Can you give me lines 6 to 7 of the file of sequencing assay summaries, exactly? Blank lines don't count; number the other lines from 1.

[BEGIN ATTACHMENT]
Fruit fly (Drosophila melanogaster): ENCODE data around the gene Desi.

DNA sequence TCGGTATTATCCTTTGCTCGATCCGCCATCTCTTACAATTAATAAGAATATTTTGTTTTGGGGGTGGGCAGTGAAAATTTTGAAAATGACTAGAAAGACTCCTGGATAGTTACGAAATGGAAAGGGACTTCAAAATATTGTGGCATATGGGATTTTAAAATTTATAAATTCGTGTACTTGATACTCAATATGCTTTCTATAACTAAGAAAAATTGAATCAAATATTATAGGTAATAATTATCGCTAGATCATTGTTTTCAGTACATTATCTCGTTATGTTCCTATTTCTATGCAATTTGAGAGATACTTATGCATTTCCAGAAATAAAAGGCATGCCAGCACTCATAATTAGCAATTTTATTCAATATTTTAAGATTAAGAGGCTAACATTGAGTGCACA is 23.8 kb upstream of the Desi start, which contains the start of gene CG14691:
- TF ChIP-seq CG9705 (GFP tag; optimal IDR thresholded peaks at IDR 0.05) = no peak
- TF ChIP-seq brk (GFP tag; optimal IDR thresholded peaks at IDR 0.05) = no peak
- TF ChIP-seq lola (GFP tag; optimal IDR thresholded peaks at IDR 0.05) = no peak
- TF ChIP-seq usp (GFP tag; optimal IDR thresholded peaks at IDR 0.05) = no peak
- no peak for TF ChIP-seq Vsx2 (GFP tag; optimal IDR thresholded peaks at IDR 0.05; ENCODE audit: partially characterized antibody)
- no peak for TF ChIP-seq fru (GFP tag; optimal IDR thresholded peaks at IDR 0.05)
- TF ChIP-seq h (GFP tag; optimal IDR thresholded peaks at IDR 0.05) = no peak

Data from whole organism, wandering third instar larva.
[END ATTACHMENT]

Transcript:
- TF ChIP-seq usp (GFP tag; optimal IDR thresholded peaks at IDR 0.05) = no peak
- no peak for TF ChIP-seq Vsx2 (GFP tag; optimal IDR thresholded peaks at IDR 0.05; ENCODE audit: partially characterized antibody)